To tide you over until Opening Day
(33 days and counting), a few books that have recently crossed my desk and are well
worth paging through:
a Grapefruit Sun: Red Sox Spring Training a Quarter Century Ago, published
by the good people over at Rounder Books, is a beaut: a sun-drunk photo album
of afternoon idylls in Winter Haven back in the early 1980s.
when spring training wasn’t quite
as frenzied as it is today. Those were simpler times, back when Yaz smoked
and smiled, when Ted Williams gave Joe Rudi tips in the cage, when Jerry Remy
wore a uniform, and when Eck’s mullet flowed long and free. Oh wait, it still
sorta does that.
a little further through the mists of time, there’s The
1967 Impossible Dream Red Sox: Pandemonium on the Field, another
Rounder book, edited by
Bill Nowlin (who’s written more Red Sox-related books than anyone on the planet)
and Dan Desrochers.
Like the shock that descended upon
the Hub when it realized this 100-1 team could actually win the pennant, the
book is BIG: 384 pages and at least a couple pounds, even though it’s a
paperback. As is the case with all of Nowlin’s books, it’s exhaustively and
exactingly researched, with lengthy essays on every pitcher, position player,
coach, manager, and front office suit; stirring meditations on what that
epochal season meant for Boston an beyond, and a treasure trove of unearthed photographs, the best of which are of that rapturous crowd storming the field of the lyric little
bandbox, ripping down every souvenir they could grab, and raising Gentleman Jim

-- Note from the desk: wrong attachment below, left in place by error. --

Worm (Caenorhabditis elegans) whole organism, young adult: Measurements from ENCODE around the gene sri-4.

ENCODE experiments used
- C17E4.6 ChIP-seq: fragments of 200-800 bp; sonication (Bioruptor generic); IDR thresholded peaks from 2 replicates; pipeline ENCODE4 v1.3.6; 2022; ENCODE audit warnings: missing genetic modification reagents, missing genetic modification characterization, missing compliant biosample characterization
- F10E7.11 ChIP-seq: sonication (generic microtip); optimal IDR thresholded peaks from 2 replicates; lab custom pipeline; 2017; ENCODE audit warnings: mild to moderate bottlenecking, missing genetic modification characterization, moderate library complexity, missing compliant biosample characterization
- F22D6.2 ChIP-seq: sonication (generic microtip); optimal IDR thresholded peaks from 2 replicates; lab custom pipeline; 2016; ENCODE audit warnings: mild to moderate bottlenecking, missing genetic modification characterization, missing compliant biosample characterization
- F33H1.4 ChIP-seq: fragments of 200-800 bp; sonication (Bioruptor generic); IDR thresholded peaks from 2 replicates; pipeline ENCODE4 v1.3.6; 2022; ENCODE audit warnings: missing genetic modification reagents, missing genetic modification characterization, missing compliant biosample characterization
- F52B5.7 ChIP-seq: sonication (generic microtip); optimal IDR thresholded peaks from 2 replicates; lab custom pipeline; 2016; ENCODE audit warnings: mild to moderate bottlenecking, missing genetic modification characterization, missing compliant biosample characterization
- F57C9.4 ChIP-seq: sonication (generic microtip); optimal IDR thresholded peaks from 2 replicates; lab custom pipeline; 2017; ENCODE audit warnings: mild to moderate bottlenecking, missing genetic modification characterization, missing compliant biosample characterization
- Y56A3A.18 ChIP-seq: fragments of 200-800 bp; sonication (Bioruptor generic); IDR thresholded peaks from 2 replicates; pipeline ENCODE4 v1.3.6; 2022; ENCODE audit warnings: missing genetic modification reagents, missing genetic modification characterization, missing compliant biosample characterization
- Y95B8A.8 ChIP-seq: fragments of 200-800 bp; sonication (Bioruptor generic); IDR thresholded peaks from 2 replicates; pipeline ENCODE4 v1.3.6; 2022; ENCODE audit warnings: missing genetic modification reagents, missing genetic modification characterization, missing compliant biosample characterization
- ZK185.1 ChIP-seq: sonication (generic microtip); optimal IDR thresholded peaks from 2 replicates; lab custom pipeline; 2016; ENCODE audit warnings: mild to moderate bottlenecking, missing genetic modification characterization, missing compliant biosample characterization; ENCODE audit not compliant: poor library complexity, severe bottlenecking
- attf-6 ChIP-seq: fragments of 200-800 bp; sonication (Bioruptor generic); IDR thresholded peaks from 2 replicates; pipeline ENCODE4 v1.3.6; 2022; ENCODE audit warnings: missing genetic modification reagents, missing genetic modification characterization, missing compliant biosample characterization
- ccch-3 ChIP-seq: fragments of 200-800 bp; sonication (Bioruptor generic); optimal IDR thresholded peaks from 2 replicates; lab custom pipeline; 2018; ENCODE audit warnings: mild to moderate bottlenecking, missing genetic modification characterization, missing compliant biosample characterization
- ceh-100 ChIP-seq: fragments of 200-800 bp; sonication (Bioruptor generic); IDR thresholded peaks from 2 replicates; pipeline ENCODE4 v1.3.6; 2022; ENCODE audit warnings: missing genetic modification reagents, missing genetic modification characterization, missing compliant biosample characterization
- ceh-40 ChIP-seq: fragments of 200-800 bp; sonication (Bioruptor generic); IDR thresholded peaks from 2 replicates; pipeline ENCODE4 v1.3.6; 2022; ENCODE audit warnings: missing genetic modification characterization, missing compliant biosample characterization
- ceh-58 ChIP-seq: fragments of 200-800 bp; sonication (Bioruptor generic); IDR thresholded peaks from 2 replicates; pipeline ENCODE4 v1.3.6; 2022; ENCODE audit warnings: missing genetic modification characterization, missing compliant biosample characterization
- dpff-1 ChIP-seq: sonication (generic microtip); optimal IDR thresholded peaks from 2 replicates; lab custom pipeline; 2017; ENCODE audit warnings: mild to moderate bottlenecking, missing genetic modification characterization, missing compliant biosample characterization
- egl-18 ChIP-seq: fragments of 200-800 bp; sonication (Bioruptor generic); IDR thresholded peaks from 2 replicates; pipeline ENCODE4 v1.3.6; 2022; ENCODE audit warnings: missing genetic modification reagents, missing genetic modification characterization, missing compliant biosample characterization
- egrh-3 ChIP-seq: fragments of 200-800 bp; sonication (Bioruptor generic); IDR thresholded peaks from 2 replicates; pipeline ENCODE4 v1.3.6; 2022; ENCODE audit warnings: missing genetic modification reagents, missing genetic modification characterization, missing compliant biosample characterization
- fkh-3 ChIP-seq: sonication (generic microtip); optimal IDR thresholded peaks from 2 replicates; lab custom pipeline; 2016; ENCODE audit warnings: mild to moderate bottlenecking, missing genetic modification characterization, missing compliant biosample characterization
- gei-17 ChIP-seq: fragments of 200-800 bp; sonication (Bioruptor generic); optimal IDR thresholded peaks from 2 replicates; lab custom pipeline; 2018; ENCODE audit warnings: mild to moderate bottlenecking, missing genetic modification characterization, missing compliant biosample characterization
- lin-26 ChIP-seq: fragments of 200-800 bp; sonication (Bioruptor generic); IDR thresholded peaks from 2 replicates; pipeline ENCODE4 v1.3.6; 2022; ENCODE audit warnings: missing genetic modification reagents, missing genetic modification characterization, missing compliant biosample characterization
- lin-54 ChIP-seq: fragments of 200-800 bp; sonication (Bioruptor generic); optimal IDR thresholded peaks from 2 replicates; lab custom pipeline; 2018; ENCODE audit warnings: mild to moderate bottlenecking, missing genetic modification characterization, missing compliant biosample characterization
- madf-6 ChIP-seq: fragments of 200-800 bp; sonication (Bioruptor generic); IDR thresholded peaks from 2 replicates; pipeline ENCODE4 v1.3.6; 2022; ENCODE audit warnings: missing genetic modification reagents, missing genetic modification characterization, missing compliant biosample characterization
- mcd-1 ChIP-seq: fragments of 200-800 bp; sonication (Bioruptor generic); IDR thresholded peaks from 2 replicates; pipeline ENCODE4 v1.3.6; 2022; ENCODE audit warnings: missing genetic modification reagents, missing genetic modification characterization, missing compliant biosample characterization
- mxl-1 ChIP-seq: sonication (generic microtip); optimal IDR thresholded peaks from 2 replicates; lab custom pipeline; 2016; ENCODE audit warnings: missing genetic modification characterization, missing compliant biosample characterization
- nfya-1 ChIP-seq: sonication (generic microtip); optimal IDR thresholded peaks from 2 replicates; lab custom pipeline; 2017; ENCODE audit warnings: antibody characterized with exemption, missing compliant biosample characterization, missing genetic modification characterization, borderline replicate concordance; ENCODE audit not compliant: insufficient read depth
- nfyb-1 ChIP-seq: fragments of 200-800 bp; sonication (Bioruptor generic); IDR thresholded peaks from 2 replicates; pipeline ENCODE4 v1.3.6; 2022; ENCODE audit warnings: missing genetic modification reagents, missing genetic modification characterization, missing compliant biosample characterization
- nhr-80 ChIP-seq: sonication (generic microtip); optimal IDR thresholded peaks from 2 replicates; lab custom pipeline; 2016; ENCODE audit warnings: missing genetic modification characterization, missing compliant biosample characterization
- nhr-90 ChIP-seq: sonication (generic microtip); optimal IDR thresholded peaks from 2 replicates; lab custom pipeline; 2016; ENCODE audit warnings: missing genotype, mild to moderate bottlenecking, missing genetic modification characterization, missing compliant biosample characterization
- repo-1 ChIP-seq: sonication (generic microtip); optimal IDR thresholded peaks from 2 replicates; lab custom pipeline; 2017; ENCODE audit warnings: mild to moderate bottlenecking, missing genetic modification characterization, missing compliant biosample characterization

Lonborg on their ecstatic shoulders. What a time it must have been. What say,
40 years on, we do it again?
* Finally, there’s Big
Papi: My Story of Big Dreams and Big Hits (St. Martin’s), in which Mr. David Americo Arias Ortiz — with a
little help from Tony
Massarotti — looks back on the triumphs and tragedies of his life so far,
from the disappointments in Minnesota to his
mother’s tragic death to his blinding apotheosis in Boston.
In fairness, I think it’s safe to
say he got a lot of help from
Massarotti: like most “as told to” books, this one reads like it was written by
the newspaperman, not the athlete — even though Tony Mazz gamely interjects the
occasional “dude” and “I’ll tell you what, bro” to give it more of that authentic
voice. But that doesn’t make it any less of a fun read. How can you not love this
man? I sure do. Sometimes
maybe a little too much?
Speaking of as-told-to books, looks
like Pete Golenbock, who penned that Johnny
Damon bio, Idiot — 60 used and new available from $0.15! — and has now followed his erstwhile subject to the Yankees, is
that seamy Mickey Mantle book published after all.
[Marilyn Monroe], going in nice and easy ..."
Ooh. I haven’t been this turned on
since I looked at Coco Crisp’s
if you think that’s hot...*shudder*)
Why does the Boston
sports media suck so much? (Or does it?)
Japanese players start getting into Cooperstown?
Can we win
the World Series again?
And oh yeah. One
more thing to keep you going as February wanes and daylight savings time looms...
a game tonight. Like, in barely more than an hour.
is throwing, Manny
is smiling, the moon is shining, and all is right with the world.
It’s been a
long, long winter.
at long last, the
Mayor’s Cup will be ours.